January 2, 1994 |
It's hard to know where and how corporate executives draw the line between their legitimate quest for profits and ugly greed when they are fighting unions or slashing the size of their work force. But either way, workers almost always get trashed.
CALIFORNIA | LOCAL
January 26, 1997 |
Some contractors who have received federal earthquake repair loans have repeatedly violated labor laws by underpaying their workers, but most have not been criminally prosecuted, documents and interviews show. Los Angeles housing officials who oversee the federally funded loan program have documented 17 cases of contractors who failed to pay 155 workers the "prevailing wages" required by state and federal labor laws.
August 15, 1993 |
President Clinton leaned only slightly to the left by nominating the moderate Stanford law professor William Gould IV as chairman of the National Labor Relations Board. Yet his appointment, as non-controversial as it should be, has triggered opposition from some corporate executives and right-wing congressional Republicans, who fear Gould may orchestrate opposition to their attempts to create a "union-free environment" in the United States.
April 10, 1994 |
It is nonsense to say that workers in our democratic country have the freedom to strike without fear of being of fired, when they can be "permanently replaced." Yet top Republicans in the Senate are promising to filibuster to death a bill that would end this absurdity. The measure, titled the Workplace Fairness Act, easily passed the House. A Senate majority supports it, including some Republicans. But even the GOP filibuster, which may well kill it, isn't enough for the union-haters.
June 8, 1996 |
After five years of working with babies on the set of "Dr. Quinn, Medicine Woman," nurse Laura Simmons was troubled last month when year-old twins were brought to work on the show at 8 a.m. and didn't go home until 9 p.m. The law required that the babies be on the set for no more than 4 1/2 hours. For a recent cable movie, a mother says that she brought her 3-month-old triplets to work as extras at 10 a.m. and said she was allowed to take them home at 7 p.m.
CALIFORNIA | LOCAL
November 30, 1992 |
In black panties embellished with gold studs, rhinestones and tiny mirrors, Lexis sashayed down the stage. Soft lights glittered on her matching bra, her gold garter and her gold thigh-high boots. Around the club, a bouncer in a tuxedo picked up a wrapper someone had dropped on the soft carpet. A waitress, wearing a tuxedo-style blouse, solicited drink orders. "No pressure," the waitress said. "No two-drink minimum, nothing like that."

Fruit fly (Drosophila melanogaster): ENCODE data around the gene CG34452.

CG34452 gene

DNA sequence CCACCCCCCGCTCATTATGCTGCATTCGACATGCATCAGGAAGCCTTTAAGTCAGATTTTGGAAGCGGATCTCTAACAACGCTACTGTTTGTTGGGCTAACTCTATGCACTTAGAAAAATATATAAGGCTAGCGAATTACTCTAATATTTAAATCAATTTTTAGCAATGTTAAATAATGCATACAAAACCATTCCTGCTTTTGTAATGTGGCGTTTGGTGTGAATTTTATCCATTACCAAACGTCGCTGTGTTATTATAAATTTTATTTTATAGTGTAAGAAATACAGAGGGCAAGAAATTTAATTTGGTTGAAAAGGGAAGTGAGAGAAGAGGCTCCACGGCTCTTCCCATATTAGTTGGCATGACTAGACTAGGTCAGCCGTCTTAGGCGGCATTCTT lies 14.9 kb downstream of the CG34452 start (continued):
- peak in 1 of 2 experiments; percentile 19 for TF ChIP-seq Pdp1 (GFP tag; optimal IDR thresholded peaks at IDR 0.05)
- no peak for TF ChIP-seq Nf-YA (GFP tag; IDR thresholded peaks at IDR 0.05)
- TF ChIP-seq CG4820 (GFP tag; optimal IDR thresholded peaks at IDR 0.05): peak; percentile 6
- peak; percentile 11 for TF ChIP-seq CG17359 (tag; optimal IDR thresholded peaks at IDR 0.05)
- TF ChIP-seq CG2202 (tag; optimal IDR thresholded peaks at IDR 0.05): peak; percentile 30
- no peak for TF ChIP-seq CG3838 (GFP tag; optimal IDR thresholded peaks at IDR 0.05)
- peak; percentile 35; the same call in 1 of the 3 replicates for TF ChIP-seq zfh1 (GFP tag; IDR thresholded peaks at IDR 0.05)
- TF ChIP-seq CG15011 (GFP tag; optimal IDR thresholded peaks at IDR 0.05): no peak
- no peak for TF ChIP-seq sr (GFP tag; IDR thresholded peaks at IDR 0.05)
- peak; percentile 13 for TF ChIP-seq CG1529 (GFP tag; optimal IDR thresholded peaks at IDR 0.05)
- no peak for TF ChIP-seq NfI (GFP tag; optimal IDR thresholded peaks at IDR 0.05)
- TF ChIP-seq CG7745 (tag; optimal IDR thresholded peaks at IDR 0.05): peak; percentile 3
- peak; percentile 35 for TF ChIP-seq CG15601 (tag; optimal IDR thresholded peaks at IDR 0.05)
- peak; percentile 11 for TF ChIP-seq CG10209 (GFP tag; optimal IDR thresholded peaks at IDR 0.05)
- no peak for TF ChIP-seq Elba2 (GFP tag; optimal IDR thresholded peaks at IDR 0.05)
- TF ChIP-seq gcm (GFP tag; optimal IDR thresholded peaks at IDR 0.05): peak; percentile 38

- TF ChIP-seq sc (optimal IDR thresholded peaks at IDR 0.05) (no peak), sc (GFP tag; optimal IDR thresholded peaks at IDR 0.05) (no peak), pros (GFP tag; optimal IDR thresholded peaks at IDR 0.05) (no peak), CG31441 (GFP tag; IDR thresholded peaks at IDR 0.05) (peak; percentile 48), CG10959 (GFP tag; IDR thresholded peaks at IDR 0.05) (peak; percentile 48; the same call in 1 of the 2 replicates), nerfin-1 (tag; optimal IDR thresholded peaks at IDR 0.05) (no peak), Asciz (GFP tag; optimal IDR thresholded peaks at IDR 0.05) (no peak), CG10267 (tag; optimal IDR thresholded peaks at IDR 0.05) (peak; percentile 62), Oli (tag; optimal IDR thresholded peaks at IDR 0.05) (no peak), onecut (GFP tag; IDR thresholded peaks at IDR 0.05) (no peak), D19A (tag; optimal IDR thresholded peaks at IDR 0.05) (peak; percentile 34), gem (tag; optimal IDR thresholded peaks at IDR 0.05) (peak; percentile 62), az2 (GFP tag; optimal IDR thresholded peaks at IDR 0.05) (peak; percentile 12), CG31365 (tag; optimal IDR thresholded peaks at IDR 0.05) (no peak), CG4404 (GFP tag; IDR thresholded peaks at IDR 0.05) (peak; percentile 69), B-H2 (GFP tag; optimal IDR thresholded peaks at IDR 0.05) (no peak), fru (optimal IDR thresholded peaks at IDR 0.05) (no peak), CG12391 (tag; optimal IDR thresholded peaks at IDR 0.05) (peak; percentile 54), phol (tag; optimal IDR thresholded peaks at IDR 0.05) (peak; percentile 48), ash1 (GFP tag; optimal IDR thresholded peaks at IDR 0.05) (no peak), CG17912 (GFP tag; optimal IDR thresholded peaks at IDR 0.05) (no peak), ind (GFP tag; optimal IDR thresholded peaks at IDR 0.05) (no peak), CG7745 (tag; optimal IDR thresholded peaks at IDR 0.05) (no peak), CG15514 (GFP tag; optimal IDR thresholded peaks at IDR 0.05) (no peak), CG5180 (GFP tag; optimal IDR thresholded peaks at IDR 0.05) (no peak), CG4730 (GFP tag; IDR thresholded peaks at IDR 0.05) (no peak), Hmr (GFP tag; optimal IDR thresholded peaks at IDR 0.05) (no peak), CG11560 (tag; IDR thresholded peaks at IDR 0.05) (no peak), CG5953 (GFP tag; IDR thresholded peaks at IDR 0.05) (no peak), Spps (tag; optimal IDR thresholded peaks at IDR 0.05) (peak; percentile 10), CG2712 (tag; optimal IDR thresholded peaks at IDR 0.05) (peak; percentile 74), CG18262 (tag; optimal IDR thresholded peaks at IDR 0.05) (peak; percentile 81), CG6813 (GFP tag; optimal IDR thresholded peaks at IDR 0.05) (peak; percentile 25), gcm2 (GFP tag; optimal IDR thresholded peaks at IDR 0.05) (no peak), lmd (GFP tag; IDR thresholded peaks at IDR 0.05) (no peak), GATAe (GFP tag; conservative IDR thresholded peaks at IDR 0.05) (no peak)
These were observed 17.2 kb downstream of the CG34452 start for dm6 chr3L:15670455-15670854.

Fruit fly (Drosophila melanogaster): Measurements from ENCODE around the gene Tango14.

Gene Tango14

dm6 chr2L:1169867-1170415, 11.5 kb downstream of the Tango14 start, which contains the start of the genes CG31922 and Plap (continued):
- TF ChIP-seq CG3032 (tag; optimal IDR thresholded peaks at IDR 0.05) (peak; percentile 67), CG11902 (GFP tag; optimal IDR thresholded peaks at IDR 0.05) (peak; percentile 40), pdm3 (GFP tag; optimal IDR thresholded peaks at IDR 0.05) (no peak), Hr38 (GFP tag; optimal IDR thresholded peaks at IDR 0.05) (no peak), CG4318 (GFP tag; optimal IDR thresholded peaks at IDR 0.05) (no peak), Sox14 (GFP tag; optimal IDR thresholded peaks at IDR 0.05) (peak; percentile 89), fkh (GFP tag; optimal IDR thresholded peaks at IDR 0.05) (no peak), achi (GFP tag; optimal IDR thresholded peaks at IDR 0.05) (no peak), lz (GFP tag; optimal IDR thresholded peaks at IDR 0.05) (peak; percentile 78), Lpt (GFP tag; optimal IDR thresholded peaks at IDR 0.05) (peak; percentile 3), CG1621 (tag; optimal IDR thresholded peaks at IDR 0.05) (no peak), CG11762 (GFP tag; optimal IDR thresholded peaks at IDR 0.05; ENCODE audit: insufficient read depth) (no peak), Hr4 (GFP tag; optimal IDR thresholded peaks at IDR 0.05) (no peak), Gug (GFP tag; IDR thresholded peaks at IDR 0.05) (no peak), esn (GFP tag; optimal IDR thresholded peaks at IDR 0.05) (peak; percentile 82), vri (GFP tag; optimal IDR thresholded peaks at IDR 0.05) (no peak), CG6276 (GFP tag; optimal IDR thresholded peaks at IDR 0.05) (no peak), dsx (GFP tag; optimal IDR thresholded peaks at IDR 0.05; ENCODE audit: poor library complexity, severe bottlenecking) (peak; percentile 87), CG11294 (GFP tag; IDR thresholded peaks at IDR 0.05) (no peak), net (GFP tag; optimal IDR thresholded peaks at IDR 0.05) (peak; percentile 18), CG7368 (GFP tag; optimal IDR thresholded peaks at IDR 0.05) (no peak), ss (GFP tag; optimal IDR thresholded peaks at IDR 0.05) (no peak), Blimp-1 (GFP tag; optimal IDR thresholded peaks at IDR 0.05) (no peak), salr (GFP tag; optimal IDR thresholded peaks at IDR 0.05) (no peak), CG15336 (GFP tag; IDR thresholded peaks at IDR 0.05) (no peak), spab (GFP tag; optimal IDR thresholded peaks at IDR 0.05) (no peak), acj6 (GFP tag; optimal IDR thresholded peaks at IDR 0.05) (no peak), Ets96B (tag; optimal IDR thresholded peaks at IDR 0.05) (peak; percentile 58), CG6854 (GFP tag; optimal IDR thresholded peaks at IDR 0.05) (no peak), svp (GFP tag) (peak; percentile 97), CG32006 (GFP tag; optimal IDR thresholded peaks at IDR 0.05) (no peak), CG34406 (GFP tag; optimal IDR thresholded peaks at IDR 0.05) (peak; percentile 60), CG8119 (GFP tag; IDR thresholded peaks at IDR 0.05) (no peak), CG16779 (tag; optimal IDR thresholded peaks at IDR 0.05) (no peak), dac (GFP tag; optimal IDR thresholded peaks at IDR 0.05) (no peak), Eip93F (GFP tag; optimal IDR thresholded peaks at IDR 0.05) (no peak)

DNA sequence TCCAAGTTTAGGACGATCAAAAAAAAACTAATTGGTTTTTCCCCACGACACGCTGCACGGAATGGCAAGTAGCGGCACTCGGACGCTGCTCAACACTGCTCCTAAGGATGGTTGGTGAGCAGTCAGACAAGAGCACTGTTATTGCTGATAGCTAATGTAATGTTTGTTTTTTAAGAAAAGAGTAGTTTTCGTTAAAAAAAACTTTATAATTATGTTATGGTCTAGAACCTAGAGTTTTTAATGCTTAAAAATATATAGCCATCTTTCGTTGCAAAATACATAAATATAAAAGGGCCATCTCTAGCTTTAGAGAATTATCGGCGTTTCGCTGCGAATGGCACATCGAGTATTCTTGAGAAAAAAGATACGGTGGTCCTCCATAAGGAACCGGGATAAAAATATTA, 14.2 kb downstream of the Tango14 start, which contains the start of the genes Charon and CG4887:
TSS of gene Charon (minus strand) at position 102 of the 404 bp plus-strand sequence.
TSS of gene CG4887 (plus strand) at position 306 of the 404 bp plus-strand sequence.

March 10, 1996 |
It was a politically irresistible idea: make Congress abide by the same workplace rules as the rest of the country. Passed overwhelmingly a year ago during the heady early days of the Republican takeover, the Congressional Accountability Act was the first item of the GOP's "contract with America" to become law. Now is the time, its GOP proponents argued, for Congress to get a taste of its own regulatory medicine.
November 26, 2011
The Times' Nov. 23 editorial, "Clueless candidates," which criticized Newt Gingrich for his call to loosen child labor laws and allow kids to work as janitors at their schools, prompted reader Mike Gallagher to write the following defense of the former House speaker's proposal: "I can only assume that the editor did not work as a child, unlike the children of most small-business owners. I've never known a working kid who didn't have time for homework, so long as there wasn't a long transportation requirement.
September 21, 2000 |
Self-monitoring by garment manufacturers--once touted by the Department of Labor as a low-cost way of cleaning up the industry--has done little to reduce wage and hour violations, especially in Los Angeles, according to recent state and federal investigations. Only one-third of the clothing makers inspected in Los Angeles this year were in compliance with federal and state labor laws, a slightly poorer showing than the 39% of two years ago.
February 23, 1994 |
Ludmilla V. Gubareva once belonged to the ranks of Russia's invisible women: the army of long-suffering middle-aged babushkas who scrub, sweep, mop and even shovel snow but get neither good wages nor respect. Now the pleasant, plump, 54-year-old charwoman and her 59-year-old sister are suing the American-managed Radisson Slavayanskaya Hotel for wrongful dismissal. They have astounded their downtrodden countrywomen by demanding $10 million each in damages.